Because Americans are filthy republicans, they lack the face of a Divinely-Selected Monarch to grace their banknotes. As such, they have used anything from generic Native American to presidential election losers. But with the news that abolitionist Harriet Tubman would replace federal-bank-opponent Andrew Jackson on the $20, Americans should prepare for further changes. Along with their utilitarian use for procuring car parts and tacos, banknotes serve as symbols of national pride and priorities. So, let’s consider what future changes should happen to the other bills.
Robert Fulton: Engineer
Already a banknote alumnus, Mr. Fulton developed the first American steamboat and built the first practical submarine for Napoleon. Like cars, boats are neat and fun modes of transportation, and without Mr. Fulton, drinking beer on the lake would involve polo shirts and sailing-bros.
Lee Iacocca: Car Designer
The mastermind of two icons of American Motoring, the Mustang and the K-Car, defined how American industry is viewed around the world. Furthermore, the most famous Mustang of all, the star of Bullitt, is already green.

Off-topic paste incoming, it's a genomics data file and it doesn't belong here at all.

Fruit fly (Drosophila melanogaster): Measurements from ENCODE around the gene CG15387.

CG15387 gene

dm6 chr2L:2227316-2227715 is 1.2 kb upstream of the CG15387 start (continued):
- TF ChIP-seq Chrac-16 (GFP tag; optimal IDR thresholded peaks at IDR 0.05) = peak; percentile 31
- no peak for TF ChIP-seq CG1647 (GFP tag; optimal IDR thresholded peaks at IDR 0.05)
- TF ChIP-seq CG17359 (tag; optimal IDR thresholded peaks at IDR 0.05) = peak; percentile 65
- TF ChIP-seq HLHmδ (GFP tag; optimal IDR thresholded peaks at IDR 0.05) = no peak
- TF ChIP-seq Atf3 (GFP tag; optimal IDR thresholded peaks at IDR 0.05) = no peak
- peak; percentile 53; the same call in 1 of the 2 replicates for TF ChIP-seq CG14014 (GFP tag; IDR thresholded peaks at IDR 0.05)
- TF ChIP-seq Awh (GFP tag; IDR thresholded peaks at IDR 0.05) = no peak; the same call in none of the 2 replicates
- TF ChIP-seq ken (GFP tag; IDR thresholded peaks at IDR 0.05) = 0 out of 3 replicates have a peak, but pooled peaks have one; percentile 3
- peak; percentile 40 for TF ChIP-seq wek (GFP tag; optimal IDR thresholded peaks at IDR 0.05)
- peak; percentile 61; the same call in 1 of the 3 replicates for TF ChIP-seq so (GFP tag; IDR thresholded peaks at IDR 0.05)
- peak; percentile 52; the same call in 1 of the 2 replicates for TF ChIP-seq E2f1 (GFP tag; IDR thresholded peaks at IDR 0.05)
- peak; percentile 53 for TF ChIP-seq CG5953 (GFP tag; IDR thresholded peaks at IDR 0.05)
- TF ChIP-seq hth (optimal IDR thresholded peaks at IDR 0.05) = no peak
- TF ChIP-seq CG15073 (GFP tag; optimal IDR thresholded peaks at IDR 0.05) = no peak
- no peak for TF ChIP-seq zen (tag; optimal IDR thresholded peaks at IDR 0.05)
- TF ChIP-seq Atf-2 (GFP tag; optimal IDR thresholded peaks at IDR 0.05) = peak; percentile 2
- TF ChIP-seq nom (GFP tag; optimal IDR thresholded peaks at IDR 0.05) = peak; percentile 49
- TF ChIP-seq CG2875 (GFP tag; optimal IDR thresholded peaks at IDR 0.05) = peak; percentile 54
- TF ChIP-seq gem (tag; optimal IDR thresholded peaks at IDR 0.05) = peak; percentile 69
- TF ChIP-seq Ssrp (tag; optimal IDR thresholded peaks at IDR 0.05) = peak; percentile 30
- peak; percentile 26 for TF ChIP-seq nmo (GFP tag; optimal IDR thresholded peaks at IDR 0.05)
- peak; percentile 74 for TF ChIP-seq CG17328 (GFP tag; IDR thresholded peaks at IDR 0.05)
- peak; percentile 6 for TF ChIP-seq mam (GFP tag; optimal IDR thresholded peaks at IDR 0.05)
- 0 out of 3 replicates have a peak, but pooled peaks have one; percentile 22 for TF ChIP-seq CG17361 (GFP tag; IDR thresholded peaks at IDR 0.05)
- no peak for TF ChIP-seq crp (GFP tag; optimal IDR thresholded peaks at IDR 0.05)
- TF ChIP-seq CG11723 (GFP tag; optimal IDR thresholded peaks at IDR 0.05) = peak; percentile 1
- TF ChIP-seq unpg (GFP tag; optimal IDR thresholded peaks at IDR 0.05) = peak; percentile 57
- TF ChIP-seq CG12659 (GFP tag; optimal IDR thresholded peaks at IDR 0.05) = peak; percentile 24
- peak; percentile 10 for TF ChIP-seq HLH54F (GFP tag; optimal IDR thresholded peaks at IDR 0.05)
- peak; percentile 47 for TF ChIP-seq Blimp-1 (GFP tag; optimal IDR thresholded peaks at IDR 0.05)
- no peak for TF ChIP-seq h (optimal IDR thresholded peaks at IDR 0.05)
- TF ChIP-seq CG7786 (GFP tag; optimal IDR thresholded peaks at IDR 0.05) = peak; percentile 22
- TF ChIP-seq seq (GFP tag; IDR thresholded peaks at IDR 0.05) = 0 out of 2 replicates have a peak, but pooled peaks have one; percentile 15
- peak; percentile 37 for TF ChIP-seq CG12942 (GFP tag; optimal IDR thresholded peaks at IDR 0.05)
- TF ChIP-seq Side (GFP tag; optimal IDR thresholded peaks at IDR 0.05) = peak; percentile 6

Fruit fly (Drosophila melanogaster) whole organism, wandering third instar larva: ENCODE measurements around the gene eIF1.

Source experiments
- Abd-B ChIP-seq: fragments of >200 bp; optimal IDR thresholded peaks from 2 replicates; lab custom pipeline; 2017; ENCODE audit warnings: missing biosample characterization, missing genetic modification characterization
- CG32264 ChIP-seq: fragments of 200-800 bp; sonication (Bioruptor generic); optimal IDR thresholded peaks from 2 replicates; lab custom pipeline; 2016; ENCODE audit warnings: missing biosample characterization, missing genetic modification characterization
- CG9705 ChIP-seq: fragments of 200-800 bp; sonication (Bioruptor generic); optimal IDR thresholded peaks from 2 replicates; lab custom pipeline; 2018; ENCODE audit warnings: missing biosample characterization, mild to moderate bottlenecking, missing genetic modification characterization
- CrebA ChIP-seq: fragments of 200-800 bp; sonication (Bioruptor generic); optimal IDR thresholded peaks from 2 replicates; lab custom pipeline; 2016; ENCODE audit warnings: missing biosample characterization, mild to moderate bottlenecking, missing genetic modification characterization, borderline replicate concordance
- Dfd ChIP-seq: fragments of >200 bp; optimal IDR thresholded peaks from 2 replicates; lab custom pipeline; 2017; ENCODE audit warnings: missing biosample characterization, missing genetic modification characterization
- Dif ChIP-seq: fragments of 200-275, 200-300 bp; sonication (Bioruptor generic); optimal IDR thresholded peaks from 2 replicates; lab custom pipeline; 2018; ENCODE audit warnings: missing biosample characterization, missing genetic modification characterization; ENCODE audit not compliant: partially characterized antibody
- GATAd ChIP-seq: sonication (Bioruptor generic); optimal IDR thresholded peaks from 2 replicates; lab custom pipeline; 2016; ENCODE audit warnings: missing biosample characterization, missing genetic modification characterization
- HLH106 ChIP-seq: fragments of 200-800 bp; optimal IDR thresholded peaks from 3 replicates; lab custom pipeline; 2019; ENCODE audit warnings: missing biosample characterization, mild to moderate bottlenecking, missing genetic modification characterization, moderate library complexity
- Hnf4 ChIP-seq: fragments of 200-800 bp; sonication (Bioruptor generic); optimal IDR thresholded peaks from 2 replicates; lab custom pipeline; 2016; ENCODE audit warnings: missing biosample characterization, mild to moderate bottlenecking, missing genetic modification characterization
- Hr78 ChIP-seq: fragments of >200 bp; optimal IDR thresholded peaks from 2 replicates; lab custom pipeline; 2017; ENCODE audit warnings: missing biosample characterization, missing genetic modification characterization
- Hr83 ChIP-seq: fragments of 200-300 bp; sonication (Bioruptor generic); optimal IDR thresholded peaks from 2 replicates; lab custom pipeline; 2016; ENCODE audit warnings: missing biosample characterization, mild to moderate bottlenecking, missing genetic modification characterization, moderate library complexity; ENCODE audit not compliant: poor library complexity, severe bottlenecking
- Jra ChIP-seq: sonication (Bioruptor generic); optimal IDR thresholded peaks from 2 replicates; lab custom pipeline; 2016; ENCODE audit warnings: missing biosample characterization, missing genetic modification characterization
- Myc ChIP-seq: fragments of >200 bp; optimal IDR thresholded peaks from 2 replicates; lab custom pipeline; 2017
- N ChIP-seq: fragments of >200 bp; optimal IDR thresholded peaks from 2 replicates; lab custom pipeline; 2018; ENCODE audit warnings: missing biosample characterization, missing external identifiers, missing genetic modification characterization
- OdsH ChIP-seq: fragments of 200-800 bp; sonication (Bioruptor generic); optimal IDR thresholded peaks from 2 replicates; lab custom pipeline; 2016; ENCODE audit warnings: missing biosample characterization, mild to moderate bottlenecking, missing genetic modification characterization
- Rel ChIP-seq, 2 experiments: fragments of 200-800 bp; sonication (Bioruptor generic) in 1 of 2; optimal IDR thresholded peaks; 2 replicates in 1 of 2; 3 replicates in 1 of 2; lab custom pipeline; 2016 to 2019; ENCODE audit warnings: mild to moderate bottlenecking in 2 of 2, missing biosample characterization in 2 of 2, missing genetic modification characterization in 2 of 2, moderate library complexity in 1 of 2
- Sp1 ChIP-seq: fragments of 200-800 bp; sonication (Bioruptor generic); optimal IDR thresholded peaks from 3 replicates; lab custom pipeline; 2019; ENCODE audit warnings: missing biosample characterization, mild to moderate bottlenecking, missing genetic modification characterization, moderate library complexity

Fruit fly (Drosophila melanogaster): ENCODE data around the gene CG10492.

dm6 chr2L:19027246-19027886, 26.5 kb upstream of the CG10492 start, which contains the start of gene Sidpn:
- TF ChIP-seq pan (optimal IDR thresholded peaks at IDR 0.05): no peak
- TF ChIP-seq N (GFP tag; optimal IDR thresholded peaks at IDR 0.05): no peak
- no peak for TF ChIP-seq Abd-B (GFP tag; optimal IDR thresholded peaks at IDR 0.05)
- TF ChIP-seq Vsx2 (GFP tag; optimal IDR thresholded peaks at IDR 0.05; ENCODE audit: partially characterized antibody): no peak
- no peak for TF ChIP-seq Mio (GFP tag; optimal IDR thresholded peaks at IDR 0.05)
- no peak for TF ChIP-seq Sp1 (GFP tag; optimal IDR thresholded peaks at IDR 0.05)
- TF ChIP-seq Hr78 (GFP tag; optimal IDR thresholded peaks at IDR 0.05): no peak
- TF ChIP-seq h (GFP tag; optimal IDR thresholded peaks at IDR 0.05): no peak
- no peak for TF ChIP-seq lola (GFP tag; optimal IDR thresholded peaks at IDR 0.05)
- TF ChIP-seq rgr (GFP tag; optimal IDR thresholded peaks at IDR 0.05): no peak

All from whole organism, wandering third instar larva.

Florence Lawrence: Actress and Inventor
One of the first stars of silent film, Ms. Lawrence’s inclusion would fit the global trend of putting cultural figures onto banknotes. More importantly, she is credited for inventing the turn signal. Her on a banknote would be a subtle reminder for all German tourists and diplomats to drive safely while in the United States.
Ed Welburn: Car Designer
Currently the Vice President of Global Design for General Motors, Mr. Welburn started his career at the firm in 1972. Furthermore, he served as the executive director of all body-on-frame projects at the General, and we love body-on-frame. His career spanned the Muscle Car era to the Malaise era to the president day, mirroring the ups and downs of American History. Furthermore, having a GM employee on banknotes would make Government Motors actually mean something.
Third Generation Ford Taurus: Car
Featuring people on money creates problems. There are only a handful of banknotes but countless historical figures worthy of gracing them. The obvious solution is to replace people with cars, and the Third-Gernation Ford Taurus is an iconic American car that will make no one angry.